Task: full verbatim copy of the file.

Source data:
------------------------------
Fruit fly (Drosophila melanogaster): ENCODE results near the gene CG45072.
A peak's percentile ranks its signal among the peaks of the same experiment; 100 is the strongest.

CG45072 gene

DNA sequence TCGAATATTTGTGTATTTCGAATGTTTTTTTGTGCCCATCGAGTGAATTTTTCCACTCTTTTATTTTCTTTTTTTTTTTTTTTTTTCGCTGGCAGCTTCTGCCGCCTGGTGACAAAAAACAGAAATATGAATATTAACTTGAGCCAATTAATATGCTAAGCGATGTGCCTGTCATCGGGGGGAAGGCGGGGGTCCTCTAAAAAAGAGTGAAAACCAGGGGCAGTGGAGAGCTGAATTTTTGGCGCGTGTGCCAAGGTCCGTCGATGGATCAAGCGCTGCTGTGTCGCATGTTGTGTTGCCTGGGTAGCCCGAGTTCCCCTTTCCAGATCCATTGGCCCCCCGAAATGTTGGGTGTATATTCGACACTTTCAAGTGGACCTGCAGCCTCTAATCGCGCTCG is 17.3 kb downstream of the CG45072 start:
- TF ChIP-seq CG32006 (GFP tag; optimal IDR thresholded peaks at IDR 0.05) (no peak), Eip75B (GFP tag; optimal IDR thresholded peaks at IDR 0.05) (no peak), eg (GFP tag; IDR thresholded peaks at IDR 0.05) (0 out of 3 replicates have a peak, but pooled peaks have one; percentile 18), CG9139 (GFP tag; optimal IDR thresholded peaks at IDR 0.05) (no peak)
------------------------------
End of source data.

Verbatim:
Fruit fly (Drosophila melanogaster): ENCODE results near the gene CG45072.
A peak's percentile ranks its signal among the peaks of the same experiment; 100 is the strongest.

CG45072 gene

DNA sequence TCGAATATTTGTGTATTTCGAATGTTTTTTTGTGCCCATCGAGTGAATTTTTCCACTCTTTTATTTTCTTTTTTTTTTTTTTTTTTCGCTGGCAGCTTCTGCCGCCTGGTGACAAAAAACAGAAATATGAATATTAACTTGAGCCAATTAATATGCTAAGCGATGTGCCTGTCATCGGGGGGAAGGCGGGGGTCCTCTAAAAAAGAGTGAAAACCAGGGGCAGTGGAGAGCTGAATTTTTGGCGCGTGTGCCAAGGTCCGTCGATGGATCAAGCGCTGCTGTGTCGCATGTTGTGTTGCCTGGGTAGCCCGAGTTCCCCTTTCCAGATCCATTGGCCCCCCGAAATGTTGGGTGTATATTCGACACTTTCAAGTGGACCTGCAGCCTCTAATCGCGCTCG is 17.3 kb downstream of the CG45072 start:
- TF ChIP-seq CG32006 (GFP tag; optimal IDR thresholded peaks at IDR 0.05) (no peak), Eip75B (GFP tag; optimal IDR thresholded peaks at IDR 0.05) (no peak), eg (GFP tag; IDR thresholded peaks at IDR 0.05) (0 out of 3 replicates have a peak, but pooled peaks have one; percentile 18), CG9139 (GFP tag; optimal IDR thresholded peaks at IDR 0.05) (no peak)